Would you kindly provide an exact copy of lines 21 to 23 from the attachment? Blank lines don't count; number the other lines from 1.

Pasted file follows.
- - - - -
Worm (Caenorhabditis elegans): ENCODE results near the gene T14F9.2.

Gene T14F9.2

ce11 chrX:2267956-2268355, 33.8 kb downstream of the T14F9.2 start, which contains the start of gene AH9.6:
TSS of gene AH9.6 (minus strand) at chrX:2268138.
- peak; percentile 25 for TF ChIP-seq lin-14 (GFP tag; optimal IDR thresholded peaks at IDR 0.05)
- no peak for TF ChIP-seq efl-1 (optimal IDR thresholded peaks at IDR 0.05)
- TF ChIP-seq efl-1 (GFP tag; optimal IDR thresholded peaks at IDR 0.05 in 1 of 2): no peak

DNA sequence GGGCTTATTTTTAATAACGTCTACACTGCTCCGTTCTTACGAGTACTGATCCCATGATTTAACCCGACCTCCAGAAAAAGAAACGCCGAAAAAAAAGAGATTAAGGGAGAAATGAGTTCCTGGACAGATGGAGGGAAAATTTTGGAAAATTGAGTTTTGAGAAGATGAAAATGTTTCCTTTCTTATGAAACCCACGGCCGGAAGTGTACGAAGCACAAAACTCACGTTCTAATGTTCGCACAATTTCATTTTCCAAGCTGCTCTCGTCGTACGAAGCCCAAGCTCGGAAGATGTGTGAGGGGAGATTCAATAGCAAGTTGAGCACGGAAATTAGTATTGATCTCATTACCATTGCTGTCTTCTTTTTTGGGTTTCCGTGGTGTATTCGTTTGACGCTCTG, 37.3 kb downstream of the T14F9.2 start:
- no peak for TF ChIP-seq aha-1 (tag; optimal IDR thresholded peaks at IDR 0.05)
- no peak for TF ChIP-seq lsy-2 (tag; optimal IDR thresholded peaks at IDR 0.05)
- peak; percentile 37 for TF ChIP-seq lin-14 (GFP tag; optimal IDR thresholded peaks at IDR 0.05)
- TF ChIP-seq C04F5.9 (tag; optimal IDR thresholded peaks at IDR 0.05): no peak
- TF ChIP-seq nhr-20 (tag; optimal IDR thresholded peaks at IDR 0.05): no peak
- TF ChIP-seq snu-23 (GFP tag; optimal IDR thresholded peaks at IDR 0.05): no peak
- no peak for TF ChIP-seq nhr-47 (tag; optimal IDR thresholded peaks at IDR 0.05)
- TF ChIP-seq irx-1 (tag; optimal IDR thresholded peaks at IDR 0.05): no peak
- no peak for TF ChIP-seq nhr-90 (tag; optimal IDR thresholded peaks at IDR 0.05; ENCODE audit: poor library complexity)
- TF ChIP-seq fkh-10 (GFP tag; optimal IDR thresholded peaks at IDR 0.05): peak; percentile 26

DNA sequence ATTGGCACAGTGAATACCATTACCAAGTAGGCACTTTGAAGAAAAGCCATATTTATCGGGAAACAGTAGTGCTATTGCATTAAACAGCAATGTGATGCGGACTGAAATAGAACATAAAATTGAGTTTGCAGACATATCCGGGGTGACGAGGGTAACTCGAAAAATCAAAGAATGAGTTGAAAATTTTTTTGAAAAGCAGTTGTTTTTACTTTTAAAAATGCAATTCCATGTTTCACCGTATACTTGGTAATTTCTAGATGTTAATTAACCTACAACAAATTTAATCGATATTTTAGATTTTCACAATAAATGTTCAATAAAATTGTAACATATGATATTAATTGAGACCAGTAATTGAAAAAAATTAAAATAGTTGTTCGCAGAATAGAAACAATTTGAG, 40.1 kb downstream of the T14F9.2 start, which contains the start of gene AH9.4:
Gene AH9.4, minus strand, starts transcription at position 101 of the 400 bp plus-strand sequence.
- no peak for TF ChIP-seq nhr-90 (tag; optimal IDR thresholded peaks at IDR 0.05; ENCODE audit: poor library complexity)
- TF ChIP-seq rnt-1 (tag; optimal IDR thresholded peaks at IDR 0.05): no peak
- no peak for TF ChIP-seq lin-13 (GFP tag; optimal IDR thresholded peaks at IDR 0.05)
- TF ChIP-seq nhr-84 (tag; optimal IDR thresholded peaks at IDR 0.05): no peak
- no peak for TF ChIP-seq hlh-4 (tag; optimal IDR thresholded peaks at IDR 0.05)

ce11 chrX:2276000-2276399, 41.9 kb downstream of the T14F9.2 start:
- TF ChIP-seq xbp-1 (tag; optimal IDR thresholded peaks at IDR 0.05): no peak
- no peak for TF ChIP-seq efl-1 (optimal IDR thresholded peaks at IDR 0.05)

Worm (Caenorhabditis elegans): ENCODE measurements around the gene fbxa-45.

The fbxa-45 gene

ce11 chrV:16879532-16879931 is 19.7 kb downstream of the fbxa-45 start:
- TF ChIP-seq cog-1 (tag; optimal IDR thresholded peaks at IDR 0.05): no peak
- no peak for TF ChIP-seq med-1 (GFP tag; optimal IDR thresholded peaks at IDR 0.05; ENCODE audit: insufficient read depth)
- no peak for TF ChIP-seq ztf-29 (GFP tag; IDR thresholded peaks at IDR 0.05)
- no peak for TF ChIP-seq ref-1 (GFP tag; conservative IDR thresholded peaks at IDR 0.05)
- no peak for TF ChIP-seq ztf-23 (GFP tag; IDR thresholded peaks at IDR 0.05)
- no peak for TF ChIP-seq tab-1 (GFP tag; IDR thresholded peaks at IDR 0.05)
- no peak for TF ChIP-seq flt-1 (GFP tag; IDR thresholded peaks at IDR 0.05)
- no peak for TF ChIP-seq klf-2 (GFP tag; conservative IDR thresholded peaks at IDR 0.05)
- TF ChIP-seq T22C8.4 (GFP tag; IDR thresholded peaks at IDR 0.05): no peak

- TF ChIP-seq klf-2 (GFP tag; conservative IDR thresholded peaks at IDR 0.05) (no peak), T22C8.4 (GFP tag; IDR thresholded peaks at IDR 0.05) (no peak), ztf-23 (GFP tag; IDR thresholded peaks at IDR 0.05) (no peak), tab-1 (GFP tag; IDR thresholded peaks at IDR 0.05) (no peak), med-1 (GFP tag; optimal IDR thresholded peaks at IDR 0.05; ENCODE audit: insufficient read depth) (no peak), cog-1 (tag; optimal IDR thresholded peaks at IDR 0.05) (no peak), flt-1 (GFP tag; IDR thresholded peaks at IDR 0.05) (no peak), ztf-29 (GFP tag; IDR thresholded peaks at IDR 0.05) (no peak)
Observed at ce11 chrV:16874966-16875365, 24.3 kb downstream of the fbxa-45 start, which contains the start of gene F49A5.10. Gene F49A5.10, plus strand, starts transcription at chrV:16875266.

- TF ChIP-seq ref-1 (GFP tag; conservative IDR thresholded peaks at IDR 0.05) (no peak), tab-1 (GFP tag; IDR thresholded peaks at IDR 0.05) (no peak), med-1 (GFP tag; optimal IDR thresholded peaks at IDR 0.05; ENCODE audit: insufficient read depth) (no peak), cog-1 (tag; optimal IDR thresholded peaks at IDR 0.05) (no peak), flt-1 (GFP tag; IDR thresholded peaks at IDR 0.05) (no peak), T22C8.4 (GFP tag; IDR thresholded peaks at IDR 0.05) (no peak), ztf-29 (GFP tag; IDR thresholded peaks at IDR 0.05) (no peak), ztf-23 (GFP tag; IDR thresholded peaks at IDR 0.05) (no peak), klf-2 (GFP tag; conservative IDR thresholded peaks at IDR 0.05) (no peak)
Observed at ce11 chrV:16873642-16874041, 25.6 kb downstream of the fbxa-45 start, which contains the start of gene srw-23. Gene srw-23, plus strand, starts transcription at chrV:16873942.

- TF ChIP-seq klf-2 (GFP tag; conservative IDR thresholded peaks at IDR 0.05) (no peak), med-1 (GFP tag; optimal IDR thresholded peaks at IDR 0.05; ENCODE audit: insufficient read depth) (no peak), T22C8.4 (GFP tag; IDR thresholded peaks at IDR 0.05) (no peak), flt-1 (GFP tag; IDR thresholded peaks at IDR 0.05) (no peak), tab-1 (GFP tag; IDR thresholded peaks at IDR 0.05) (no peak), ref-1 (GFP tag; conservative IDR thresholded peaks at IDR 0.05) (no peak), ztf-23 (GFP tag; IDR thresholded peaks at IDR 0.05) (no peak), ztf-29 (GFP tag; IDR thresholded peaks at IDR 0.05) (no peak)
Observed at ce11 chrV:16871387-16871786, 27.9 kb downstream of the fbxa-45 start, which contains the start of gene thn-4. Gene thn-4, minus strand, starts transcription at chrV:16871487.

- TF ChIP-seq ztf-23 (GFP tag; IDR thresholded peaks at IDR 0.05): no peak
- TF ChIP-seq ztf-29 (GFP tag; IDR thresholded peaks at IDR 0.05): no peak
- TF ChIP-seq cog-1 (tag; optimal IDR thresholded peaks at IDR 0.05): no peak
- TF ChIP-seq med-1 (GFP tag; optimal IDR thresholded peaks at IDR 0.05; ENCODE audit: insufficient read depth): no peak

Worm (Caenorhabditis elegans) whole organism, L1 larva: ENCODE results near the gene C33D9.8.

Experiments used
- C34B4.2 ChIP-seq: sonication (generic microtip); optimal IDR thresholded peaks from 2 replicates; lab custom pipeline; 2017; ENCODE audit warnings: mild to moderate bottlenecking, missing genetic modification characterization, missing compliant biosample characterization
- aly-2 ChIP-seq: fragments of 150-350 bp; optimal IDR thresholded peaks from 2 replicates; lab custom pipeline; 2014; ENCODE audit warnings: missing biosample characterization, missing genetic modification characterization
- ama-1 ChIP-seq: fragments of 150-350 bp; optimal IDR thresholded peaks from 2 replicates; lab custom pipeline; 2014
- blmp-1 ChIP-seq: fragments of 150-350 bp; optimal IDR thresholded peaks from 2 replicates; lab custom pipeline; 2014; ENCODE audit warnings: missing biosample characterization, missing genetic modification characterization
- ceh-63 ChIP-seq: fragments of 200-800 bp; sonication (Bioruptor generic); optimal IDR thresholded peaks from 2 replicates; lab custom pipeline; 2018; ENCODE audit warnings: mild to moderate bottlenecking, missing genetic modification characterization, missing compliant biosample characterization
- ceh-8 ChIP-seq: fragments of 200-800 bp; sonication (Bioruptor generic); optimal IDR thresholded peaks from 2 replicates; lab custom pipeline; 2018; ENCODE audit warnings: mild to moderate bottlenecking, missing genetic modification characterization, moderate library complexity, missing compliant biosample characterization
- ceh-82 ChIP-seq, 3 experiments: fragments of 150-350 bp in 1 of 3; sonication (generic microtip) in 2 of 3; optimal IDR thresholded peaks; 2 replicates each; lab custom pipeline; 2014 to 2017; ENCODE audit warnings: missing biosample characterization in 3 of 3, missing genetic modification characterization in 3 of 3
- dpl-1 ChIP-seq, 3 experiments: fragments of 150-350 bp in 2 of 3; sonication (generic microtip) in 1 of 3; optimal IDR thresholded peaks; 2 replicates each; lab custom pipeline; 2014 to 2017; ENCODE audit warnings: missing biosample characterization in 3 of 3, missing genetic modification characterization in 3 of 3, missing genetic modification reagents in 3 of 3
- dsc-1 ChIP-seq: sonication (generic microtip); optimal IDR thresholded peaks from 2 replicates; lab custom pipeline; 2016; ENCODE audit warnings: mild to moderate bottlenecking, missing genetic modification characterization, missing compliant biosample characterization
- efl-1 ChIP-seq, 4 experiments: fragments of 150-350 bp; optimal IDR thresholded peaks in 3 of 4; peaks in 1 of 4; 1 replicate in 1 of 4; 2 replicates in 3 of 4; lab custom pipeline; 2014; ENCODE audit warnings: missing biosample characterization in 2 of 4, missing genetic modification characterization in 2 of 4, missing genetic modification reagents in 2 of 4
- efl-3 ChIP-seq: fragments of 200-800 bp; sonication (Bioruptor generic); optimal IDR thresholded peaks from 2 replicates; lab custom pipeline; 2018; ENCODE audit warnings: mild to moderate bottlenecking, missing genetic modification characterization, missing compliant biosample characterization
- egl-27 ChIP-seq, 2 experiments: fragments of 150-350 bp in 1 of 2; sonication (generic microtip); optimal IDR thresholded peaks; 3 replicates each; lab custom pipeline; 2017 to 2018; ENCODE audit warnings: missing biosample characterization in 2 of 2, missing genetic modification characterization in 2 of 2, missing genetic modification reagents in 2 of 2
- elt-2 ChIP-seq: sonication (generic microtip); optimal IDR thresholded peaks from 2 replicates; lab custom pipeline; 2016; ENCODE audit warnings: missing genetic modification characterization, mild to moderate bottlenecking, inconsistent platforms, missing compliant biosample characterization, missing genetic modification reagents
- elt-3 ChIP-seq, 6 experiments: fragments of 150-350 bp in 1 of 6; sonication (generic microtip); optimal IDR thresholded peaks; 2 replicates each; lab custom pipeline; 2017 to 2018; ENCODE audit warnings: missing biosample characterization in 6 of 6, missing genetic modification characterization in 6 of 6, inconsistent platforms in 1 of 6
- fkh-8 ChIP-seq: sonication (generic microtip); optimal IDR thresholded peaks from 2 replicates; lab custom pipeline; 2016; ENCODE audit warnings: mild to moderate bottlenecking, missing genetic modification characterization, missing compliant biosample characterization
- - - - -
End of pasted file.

- no peak for TF ChIP-seq nhr-90 (tag; optimal IDR thresholded peaks at IDR 0.05; ENCODE audit: poor library complexity)
- TF ChIP-seq rnt-1 (tag; optimal IDR thresholded peaks at IDR 0.05): no peak
- no peak for TF ChIP-seq lin-13 (GFP tag; optimal IDR thresholded peaks at IDR 0.05)